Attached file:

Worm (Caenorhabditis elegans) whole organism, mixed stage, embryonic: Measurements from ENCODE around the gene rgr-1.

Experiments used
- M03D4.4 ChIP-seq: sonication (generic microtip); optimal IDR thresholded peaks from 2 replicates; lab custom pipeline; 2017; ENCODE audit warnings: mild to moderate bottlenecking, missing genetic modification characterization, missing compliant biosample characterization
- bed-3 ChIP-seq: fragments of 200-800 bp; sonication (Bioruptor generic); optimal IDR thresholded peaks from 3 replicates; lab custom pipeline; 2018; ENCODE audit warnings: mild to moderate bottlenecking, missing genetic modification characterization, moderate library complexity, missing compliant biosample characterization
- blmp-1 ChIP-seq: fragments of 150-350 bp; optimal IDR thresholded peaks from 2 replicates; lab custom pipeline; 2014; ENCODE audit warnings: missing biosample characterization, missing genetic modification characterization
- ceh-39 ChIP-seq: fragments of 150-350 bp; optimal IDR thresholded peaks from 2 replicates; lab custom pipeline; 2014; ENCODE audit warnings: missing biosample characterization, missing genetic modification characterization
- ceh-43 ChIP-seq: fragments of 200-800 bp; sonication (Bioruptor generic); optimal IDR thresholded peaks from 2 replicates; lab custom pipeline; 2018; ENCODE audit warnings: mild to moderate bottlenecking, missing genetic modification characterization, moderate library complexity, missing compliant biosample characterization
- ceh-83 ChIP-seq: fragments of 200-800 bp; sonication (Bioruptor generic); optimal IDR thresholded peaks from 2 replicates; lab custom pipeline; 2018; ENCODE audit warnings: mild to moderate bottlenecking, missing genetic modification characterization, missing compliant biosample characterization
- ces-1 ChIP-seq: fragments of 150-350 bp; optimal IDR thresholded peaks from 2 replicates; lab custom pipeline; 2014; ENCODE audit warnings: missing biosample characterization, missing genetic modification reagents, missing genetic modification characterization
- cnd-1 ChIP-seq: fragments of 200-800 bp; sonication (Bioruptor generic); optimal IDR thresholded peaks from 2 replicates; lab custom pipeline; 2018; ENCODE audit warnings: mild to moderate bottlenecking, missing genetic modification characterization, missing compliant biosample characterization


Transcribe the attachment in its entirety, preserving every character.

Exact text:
Worm (Caenorhabditis elegans) whole organism, mixed stage, embryonic: Measurements from ENCODE around the gene rgr-1.

Experiments used
- M03D4.4 ChIP-seq: sonication (generic microtip); optimal IDR thresholded peaks from 2 replicates; lab custom pipeline; 2017; ENCODE audit warnings: mild to moderate bottlenecking, missing genetic modification characterization, missing compliant biosample characterization
- bed-3 ChIP-seq: fragments of 200-800 bp; sonication (Bioruptor generic); optimal IDR thresholded peaks from 3 replicates; lab custom pipeline; 2018; ENCODE audit warnings: mild to moderate bottlenecking, missing genetic modification characterization, moderate library complexity, missing compliant biosample characterization
- blmp-1 ChIP-seq: fragments of 150-350 bp; optimal IDR thresholded peaks from 2 replicates; lab custom pipeline; 2014; ENCODE audit warnings: missing biosample characterization, missing genetic modification characterization
- ceh-39 ChIP-seq: fragments of 150-350 bp; optimal IDR thresholded peaks from 2 replicates; lab custom pipeline; 2014; ENCODE audit warnings: missing biosample characterization, missing genetic modification characterization
- ceh-43 ChIP-seq: fragments of 200-800 bp; sonication (Bioruptor generic); optimal IDR thresholded peaks from 2 replicates; lab custom pipeline; 2018; ENCODE audit warnings: mild to moderate bottlenecking, missing genetic modification characterization, moderate library complexity, missing compliant biosample characterization
- ceh-83 ChIP-seq: fragments of 200-800 bp; sonication (Bioruptor generic); optimal IDR thresholded peaks from 2 replicates; lab custom pipeline; 2018; ENCODE audit warnings: mild to moderate bottlenecking, missing genetic modification characterization, missing compliant biosample characterization
- ces-1 ChIP-seq: fragments of 150-350 bp; optimal IDR thresholded peaks from 2 replicates; lab custom pipeline; 2014; ENCODE audit warnings: missing biosample characterization, missing genetic modification reagents, missing genetic modification characterization
- cnd-1 ChIP-seq: fragments of 200-800 bp; sonication (Bioruptor generic); optimal IDR thresholded peaks from 2 replicates; lab custom pipeline; 2018; ENCODE audit warnings: mild to moderate bottlenecking, missing genetic modification characterization, missing compliant biosample characterization